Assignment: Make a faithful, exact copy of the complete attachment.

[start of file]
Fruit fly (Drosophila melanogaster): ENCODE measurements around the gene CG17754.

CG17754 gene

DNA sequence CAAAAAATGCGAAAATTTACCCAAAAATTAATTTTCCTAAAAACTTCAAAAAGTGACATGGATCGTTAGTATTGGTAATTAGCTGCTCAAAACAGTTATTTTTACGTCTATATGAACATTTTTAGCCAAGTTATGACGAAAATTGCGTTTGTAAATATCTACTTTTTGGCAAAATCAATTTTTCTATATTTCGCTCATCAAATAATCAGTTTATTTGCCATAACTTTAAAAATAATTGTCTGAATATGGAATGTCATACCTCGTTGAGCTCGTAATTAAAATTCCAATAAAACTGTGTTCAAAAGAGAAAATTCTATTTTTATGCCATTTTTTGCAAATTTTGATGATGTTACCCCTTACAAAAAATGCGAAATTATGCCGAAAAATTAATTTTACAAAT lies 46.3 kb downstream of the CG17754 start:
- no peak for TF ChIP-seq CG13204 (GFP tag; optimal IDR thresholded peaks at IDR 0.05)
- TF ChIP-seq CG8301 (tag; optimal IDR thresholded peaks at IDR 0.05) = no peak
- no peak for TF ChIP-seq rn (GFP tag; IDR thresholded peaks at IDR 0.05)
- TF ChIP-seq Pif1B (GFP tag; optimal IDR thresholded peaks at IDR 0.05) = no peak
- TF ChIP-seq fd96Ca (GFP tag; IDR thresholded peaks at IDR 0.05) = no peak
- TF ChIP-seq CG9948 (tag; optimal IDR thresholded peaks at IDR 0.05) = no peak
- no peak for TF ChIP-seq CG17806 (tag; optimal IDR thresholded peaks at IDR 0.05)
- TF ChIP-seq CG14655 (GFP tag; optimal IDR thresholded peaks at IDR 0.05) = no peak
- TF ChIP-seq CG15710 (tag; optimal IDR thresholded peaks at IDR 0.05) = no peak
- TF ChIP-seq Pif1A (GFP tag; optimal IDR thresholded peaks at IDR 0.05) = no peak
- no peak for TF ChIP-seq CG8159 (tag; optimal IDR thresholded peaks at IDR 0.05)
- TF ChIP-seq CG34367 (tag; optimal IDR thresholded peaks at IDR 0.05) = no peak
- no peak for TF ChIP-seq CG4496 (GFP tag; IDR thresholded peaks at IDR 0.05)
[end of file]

Fruit fly (Drosophila melanogaster): ENCODE measurements around the gene CG17754.

CG17754 gene

DNA sequence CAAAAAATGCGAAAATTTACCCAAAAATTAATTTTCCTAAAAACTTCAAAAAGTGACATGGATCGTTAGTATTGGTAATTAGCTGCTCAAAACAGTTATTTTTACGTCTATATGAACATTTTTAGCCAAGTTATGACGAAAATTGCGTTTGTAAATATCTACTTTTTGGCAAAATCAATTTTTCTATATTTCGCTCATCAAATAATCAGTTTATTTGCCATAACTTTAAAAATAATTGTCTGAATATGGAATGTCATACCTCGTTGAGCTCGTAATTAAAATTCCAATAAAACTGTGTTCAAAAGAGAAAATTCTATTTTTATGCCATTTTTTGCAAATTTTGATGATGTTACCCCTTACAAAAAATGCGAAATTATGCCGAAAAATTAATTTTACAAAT lies 46.3 kb downstream of the CG17754 start:
- no peak for TF ChIP-seq CG13204 (GFP tag; optimal IDR thresholded peaks at IDR 0.05)
- TF ChIP-seq CG8301 (tag; optimal IDR thresholded peaks at IDR 0.05) = no peak
- no peak for TF ChIP-seq rn (GFP tag; IDR thresholded peaks at IDR 0.05)
- TF ChIP-seq Pif1B (GFP tag; optimal IDR thresholded peaks at IDR 0.05) = no peak
- TF ChIP-seq fd96Ca (GFP tag; IDR thresholded peaks at IDR 0.05) = no peak
- TF ChIP-seq CG9948 (tag; optimal IDR thresholded peaks at IDR 0.05) = no peak
- no peak for TF ChIP-seq CG17806 (tag; optimal IDR thresholded peaks at IDR 0.05)
- TF ChIP-seq CG14655 (GFP tag; optimal IDR thresholded peaks at IDR 0.05) = no peak
- TF ChIP-seq CG15710 (tag; optimal IDR thresholded peaks at IDR 0.05) = no peak
- TF ChIP-seq Pif1A (GFP tag; optimal IDR thresholded peaks at IDR 0.05) = no peak
- no peak for TF ChIP-seq CG8159 (tag; optimal IDR thresholded peaks at IDR 0.05)
- TF ChIP-seq CG34367 (tag; optimal IDR thresholded peaks at IDR 0.05) = no peak
- no peak for TF ChIP-seq CG4496 (GFP tag; IDR thresholded peaks at IDR 0.05)